North Africa, West Asia

My neighbourhood and its impact on world affairs

A new contributor to This Week's Window on the Middle East often takes visitors around his neighbourhood to show off some of the more interesting sites; from the ancient Synagogue of Maon to Kerem Shalom and the Halutza settlements.

Efraim Perlmutter
7 October 2013

I often take visitors around my neighbourhood to show off some of the more interesting sites. I usually begin at the ancient Synagogue of Maon. Maon was a thriving town during the Byzantine era. The Synagogue was built or refurbished sometime in the fifth century. The only thing remaining of the synagogue is its mosaic floor, decorated with images of the flora and fauna of the area. Part of the mosaic includes a small inscription noting the names of the individuals who donated the funds for the floor's construction. It seems that contributors have always been happy to get public recognition for their generosity; a tradition that anyone visiting a modern synagogue or innumerable institutions and forests in Israel can see is alive and well today.

The town of Maon was one of several dotting the western Negev during the Byzantine era. They were all abandoned and disappeared into the desert sands after the Arab invasion in the seventh century. No one knows exactly why this happened. My guess is that the Arab conquest disrupted the trade relations between the Middle East and Europe, destroying the economic basis of these communities. When the Arabs invaded, the Jews were primarily an agrarian population. A curtain came down over the area for two centuries and when it lifted, the Jews were primarily part of the urban scene. The rural towns of the Negev had disappeared along with the surrounding agricultural populations. There are no signs of human habitation at these sites for the next thousand years.

The next stop on our tour is the transit station at Kerem Shalom. This is the main crossing point for goods going into the Gaza Strip. Anywhere from 200 to 300 hundred double articulated trucks pass through the station every day carrying up to 40 tons of cargo each. Most visitors are surprised at the amount of food, manufactured goods and raw materials passing through. About a year ago I participated in a demonstration with the residents of this area where we blocked the road leading to the transit point. We were demanding that the government widen the road to four lanes to accommodate the traffic more safely. Our demonstration lasted about two hours, long enough for TV news cameras to capture the scene for the evening broadcast. As I drove away from the demonstration I measured the distance that the trucks were backed up in the two hours that we blocked the road and it was over two kilometers long.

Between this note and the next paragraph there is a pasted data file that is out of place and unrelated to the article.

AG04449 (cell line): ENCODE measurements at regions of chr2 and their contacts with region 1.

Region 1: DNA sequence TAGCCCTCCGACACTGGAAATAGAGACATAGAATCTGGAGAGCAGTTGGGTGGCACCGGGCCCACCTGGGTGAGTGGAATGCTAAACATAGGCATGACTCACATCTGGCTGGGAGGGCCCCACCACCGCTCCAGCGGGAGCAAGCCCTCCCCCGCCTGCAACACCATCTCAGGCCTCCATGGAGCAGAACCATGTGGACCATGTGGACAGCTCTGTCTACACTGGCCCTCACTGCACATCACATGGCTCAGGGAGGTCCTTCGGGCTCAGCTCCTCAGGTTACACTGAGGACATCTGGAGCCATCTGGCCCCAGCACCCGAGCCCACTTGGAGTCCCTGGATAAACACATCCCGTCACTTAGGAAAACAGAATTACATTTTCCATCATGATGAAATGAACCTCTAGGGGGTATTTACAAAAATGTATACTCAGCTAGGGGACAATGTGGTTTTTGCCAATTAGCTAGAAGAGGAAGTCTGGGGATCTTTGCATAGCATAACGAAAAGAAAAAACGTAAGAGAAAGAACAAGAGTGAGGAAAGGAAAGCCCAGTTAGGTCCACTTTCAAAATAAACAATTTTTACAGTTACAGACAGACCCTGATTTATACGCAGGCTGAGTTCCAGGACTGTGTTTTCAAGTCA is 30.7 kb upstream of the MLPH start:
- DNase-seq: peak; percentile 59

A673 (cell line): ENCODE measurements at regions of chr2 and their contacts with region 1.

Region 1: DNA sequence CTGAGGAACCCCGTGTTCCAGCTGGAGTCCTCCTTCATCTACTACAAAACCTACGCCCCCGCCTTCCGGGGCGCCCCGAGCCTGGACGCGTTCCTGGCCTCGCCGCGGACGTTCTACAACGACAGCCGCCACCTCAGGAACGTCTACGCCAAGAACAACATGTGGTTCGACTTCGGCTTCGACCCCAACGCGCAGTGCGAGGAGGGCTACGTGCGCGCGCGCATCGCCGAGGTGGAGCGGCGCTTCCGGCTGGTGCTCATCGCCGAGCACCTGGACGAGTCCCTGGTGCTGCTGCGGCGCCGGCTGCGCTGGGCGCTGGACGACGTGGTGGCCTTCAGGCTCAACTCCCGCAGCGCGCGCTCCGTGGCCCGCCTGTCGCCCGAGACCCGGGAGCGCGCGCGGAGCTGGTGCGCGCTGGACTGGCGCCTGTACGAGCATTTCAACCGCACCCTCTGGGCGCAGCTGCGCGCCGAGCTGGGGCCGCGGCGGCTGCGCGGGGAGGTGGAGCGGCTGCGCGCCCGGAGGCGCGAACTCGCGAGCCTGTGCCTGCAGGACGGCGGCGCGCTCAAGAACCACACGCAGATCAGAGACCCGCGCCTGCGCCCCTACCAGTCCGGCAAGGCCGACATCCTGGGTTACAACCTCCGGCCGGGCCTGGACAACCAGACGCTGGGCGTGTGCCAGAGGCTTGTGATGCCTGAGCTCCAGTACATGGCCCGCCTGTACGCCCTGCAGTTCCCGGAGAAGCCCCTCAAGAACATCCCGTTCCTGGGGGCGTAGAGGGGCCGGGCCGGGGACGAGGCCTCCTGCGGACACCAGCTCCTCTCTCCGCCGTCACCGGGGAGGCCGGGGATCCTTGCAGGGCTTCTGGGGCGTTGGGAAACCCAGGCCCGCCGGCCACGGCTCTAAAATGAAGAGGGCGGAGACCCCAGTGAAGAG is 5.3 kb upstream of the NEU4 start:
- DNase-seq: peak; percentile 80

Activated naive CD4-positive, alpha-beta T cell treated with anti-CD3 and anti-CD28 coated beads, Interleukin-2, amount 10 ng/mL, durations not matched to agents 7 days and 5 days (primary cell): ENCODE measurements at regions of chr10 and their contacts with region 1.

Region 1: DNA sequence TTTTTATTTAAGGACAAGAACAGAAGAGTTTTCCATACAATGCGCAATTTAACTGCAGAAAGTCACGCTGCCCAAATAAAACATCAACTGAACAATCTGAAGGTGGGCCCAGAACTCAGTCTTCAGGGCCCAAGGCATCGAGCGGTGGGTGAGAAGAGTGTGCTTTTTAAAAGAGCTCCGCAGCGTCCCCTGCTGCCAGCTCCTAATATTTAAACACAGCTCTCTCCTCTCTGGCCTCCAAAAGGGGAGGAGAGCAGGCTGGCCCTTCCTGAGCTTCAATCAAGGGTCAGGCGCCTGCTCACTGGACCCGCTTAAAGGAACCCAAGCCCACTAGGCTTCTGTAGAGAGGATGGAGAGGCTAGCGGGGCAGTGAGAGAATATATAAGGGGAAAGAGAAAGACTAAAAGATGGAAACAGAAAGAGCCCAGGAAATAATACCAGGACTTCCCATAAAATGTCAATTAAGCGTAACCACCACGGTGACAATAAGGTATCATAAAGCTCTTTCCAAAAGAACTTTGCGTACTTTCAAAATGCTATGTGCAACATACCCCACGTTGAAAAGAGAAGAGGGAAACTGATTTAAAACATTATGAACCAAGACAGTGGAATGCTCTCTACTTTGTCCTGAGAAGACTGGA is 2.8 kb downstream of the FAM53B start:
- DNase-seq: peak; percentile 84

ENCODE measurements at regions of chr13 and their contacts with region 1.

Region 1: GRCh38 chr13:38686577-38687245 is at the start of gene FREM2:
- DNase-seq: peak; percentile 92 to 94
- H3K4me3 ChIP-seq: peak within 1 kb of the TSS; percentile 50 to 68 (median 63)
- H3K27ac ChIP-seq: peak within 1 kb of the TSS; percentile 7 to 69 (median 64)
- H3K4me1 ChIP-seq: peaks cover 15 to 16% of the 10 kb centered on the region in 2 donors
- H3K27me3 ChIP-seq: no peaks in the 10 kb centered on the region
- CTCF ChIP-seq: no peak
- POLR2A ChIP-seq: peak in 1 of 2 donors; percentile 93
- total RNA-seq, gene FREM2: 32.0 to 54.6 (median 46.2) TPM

Kerem Shalom is the name of the nearby Israeli kibbut, Hebrew for the vineyards of peace. Three borders come together at this spot; the Egyptian, Israeli and Palestinian borders. Perhaps some day this will be a place of peace and cooperation but not today. Some months ago a group of Islamic extremists attacked an Egyptian army base just across the border, killed more than a dozen Egyptian soldiers, stole two Egyptian armoured vehicles and crashed through the border adjacent to the transit station. One vehicle blew up as it crossed into Israel and the other was destroyed by a well placed Israeli tank shell before those inside could do any more harm. No one at the Vineyards of Peace seems ready for peace.

The next site on our tour is the Halutza settlements. The Halutza area was last populated during the Byzantine era. Until the final withdrawal of Jewish settlements from Gaza in 2005, the whole area looked very much like the kind of desert Hollywood produces for its films. It was mostly sand dunes and almost no vegetation. There are some underground water resources but they have remained untapped for more than 1000 years. However, the old Zionist propaganda slogan about transforming the desert into a garden is becoming a reality in this area. Water is being piped in, the dunes were leveled, the sand was planted with various crops and houses are built. The core of the settlers in the Halutza area is made up of people who were evacuated from the Jewish settlements in the Gaza Strip. They were augmented by others from elsewhere in the country. Unlike most of my neighbours, these are religious Jews who see their settlement activities as a religious duty.

During the Camp David negotiations Arafat was offered the Halutza area as part of a land swap. He was said to have complained that the Jews kept the best land for themselves and offered the Palestinians only desert waste land. I have a hunch that in future years some Palestinian spokesman will point to what will then be a very productive Halutza area as proof that we Jews keep the best land for ourselves.      

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